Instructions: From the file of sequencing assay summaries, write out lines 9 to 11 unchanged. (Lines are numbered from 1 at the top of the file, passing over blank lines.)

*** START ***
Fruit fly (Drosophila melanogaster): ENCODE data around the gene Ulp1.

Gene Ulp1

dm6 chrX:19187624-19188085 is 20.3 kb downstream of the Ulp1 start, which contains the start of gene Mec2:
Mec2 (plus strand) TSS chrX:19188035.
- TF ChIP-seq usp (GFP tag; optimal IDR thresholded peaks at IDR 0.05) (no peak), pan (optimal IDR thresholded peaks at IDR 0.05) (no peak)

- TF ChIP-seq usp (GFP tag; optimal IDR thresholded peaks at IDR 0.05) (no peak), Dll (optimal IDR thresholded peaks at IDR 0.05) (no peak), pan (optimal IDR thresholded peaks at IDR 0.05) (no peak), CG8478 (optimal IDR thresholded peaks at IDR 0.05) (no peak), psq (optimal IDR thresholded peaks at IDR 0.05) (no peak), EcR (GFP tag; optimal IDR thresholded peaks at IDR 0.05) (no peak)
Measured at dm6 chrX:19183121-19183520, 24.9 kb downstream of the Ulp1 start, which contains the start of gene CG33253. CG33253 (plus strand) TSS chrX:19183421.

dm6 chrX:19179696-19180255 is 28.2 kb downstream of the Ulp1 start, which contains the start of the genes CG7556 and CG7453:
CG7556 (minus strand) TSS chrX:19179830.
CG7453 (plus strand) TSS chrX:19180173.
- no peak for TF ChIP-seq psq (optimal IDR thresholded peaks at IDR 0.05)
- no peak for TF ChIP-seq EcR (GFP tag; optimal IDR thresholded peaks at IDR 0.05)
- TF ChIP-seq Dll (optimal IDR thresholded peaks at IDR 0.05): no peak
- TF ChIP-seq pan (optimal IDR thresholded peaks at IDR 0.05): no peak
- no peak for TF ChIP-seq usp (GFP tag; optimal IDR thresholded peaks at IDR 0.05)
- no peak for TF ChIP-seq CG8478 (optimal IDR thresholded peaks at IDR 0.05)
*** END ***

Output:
CG7556 (minus strand) TSS chrX:19179830.
CG7453 (plus strand) TSS chrX:19180173.
- no peak for TF ChIP-seq psq (optimal IDR thresholded peaks at IDR 0.05)